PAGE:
Social Security benefits are earned based on the taxes you pay during your career. Since your hard work qualifies you for this retirement income â and it will be an important source of funding to help support you after the paychecks stop â it’s critical that you get every dollar to which you are entitled.
That’s why it’s so important to complete a simple two-minute task every year.
This social security task should be checked off your to-do list
A crucial but simple task you should do throughout your life to avoid having your Social Security benefits reduced is to make sure you get credit for all the income you earn.
You see, you pay social security contributions on your wages, up to a certain income ceiling called the âbasic salary limitâ. Since this limit is $147,000 in 2022 (and is the inflation-adjusted equivalent of that amount each year), most people are taxed on their entire annual salary. Employers withhold these taxes and report your earnings to the Social Security Administration.
The SSA then keeps a statement of your income. And when the time comes, it adjusts salaries throughout your career to account for inflation, then pays you a standard benefit equal to a percentage of the average salary of the 35 years when your earnings were highest.
The problem is that your benefits will be accurate only if your employer correctly declares all your wages and that Social Security documents them correctly. And this does not happen in all situations because mistakes can be made. If you don’t want to see a reduction in your benefits due to bad data, you should check your income history every year.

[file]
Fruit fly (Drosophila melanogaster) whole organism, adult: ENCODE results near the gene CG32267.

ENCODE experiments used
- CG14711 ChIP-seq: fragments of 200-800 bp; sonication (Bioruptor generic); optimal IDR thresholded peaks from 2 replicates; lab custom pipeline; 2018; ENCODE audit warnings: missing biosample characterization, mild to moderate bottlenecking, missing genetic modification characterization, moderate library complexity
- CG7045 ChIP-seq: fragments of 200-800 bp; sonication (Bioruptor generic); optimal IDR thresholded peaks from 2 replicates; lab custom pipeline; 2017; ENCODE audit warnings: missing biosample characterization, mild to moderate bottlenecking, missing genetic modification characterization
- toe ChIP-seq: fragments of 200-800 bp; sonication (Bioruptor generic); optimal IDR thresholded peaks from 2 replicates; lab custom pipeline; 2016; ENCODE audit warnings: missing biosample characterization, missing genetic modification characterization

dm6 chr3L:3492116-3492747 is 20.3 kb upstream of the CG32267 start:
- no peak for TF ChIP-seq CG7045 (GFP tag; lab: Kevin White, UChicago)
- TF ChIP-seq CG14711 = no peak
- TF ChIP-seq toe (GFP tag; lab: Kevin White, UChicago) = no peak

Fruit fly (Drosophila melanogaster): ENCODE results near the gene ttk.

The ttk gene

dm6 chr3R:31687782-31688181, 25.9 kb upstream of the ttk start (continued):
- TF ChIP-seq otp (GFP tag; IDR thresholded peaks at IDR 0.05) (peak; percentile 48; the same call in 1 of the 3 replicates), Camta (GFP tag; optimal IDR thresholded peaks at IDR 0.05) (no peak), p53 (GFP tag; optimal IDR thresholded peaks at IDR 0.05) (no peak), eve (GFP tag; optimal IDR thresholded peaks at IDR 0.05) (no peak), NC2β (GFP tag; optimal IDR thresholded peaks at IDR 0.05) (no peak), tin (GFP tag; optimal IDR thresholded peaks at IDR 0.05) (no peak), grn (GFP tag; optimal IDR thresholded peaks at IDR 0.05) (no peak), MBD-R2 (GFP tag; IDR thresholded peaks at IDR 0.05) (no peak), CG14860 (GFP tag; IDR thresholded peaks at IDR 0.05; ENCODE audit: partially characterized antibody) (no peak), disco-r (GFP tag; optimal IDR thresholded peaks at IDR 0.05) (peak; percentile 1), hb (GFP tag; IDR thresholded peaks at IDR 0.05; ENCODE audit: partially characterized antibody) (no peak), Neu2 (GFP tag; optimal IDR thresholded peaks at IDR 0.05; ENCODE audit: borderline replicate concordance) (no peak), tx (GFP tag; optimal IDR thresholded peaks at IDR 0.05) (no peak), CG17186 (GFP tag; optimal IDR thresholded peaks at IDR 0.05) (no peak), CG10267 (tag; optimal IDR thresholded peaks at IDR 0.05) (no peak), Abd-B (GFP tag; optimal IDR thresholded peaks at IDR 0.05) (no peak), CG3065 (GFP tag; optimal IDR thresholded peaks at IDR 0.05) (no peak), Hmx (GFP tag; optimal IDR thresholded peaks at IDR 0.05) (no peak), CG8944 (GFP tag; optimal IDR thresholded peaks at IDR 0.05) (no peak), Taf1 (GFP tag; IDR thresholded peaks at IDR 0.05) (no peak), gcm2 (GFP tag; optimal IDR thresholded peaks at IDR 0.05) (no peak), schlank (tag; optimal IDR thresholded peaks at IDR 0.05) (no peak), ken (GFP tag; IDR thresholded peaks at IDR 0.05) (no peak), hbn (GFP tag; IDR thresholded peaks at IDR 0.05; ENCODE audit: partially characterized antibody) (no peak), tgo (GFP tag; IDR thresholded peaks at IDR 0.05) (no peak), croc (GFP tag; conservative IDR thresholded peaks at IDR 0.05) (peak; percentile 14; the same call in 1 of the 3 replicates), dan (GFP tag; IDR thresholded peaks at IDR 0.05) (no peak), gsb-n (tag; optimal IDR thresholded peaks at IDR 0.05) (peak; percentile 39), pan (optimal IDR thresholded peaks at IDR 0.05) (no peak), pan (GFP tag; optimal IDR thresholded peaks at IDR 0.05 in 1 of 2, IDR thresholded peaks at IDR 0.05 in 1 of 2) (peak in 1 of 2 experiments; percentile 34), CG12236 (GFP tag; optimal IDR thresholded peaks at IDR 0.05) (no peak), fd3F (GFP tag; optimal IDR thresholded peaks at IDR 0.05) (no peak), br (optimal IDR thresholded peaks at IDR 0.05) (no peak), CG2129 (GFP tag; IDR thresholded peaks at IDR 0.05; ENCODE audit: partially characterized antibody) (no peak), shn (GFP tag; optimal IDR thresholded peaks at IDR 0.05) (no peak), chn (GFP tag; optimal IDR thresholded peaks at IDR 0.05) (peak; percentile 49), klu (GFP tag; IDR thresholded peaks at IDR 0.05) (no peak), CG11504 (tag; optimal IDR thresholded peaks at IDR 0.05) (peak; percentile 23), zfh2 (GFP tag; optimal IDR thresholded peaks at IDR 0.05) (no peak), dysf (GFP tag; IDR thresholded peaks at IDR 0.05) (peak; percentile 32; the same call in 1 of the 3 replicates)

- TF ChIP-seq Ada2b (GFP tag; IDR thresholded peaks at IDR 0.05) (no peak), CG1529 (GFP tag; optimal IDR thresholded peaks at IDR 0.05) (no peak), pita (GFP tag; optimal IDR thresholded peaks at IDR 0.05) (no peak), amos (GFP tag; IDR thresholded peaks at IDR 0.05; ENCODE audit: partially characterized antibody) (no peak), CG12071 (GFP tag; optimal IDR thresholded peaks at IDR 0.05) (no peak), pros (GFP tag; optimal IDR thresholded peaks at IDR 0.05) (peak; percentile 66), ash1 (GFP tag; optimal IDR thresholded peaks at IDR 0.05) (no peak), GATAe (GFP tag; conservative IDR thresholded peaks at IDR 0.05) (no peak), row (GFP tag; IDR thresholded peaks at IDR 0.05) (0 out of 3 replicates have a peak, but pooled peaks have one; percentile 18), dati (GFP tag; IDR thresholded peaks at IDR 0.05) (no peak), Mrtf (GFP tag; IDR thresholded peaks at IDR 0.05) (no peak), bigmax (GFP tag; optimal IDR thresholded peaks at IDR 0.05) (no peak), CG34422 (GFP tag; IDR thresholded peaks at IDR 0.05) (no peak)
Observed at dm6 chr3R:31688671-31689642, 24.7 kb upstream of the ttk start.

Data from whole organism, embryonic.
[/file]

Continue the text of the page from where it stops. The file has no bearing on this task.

Here’s how to check your income history
The good news is that checking your pay history takes two minutes or less and is super easy, so there’s no excuse not to. All you have to do is log in mySocialSecurity gov.
If this is your first time, you’ll need to create an account by providing some basic credentials and choosing a username and password. If you are already registered, you can simply log in and confirm your identity by receiving a security code by email.
After logging in, accept the ‘Terms of Service’ and you will be redirected to the main page where you can click ‘Review all your earnings now’. You should see a list of each work year in which you had wages reported to the Social Security Administration along with the wages reported for that year. Using this information, you can confirm that the correct amount of income was reported.
If you’ve never verified your income, you’ll want to go back as far as possible by comparing reported income to the amount you know you earned. This could mean digging up old tax records and paperwork. But once you get into the habit of confirming your salary every year, you’ll only need to check the most recent year.
If you discover an error, acting quickly to correct it while you still have all your documents is the best solution. This will be much easier than doing it a few decades from now when you retire and find your benefits are lower than expected. That’s the main reason it’s worth taking two minutes a year to confirm that Social Security has the information it needs to give you the full payments you deserve.